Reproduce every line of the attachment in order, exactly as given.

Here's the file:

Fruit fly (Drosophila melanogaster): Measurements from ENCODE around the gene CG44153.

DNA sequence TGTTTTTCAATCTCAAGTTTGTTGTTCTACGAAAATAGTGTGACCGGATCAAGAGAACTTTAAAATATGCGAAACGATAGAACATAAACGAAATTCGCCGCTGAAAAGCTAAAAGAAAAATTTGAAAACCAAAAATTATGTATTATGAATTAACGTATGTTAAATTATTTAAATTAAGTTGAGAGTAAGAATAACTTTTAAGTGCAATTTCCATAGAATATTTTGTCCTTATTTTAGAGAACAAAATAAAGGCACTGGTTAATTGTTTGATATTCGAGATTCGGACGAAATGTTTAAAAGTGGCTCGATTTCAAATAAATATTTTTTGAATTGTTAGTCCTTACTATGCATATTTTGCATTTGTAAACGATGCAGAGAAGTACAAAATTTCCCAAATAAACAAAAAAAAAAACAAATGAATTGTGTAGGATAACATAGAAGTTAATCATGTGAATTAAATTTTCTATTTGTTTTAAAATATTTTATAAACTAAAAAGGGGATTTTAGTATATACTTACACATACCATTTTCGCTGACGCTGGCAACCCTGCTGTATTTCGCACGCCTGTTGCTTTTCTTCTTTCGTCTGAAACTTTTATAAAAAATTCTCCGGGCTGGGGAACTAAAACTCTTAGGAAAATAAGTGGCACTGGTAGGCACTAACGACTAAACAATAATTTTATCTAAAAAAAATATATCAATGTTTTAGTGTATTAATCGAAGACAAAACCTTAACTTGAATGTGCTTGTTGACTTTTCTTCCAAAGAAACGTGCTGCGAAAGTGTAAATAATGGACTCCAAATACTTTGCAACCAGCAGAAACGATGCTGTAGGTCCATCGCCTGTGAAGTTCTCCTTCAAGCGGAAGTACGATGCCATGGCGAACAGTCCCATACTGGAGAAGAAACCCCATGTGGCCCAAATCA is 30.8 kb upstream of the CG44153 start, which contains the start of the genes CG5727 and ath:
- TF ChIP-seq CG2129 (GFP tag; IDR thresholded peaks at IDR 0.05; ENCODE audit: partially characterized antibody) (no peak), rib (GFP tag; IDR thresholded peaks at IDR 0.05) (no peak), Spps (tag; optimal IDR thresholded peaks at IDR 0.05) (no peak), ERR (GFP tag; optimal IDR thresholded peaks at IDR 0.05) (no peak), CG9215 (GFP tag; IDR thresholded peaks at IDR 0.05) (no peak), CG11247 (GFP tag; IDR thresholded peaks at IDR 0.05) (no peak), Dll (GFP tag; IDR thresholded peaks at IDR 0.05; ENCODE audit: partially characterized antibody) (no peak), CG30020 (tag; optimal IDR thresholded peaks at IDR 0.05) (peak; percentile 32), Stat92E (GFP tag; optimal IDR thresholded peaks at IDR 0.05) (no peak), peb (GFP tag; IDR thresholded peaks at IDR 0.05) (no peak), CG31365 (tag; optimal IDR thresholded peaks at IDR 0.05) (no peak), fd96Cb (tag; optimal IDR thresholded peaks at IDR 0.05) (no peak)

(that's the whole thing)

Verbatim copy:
Fruit fly (Drosophila melanogaster): Measurements from ENCODE around the gene CG44153.

DNA sequence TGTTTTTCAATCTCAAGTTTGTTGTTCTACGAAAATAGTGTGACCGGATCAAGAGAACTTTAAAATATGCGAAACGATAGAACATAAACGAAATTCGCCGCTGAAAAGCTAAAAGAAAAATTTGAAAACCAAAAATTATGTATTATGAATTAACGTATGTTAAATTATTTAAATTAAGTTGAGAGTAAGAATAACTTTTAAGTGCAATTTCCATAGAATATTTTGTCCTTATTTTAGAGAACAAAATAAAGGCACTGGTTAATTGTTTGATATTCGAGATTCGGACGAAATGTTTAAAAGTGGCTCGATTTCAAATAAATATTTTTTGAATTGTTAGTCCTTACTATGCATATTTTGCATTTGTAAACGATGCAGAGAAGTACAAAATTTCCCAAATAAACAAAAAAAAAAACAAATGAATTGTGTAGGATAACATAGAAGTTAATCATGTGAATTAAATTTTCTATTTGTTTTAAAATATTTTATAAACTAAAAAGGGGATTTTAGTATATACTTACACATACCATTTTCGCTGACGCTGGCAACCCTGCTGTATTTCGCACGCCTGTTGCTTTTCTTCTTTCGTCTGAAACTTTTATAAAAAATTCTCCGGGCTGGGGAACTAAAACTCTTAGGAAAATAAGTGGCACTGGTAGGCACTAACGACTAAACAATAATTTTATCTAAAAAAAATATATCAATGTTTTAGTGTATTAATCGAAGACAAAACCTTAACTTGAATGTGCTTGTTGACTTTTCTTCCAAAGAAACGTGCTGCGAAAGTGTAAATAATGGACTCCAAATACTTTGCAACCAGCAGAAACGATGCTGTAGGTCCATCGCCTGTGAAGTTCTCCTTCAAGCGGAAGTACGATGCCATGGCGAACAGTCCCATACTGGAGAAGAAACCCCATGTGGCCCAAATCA is 30.8 kb upstream of the CG44153 start, which contains the start of the genes CG5727 and ath:
- TF ChIP-seq CG2129 (GFP tag; IDR thresholded peaks at IDR 0.05; ENCODE audit: partially characterized antibody) (no peak), rib (GFP tag; IDR thresholded peaks at IDR 0.05) (no peak), Spps (tag; optimal IDR thresholded peaks at IDR 0.05) (no peak), ERR (GFP tag; optimal IDR thresholded peaks at IDR 0.05) (no peak), CG9215 (GFP tag; IDR thresholded peaks at IDR 0.05) (no peak), CG11247 (GFP tag; IDR thresholded peaks at IDR 0.05) (no peak), Dll (GFP tag; IDR thresholded peaks at IDR 0.05; ENCODE audit: partially characterized antibody) (no peak), CG30020 (tag; optimal IDR thresholded peaks at IDR 0.05) (peak; percentile 32), Stat92E (GFP tag; optimal IDR thresholded peaks at IDR 0.05) (no peak), peb (GFP tag; IDR thresholded peaks at IDR 0.05) (no peak), CG31365 (tag; optimal IDR thresholded peaks at IDR 0.05) (no peak), fd96Cb (tag; optimal IDR thresholded peaks at IDR 0.05) (no peak)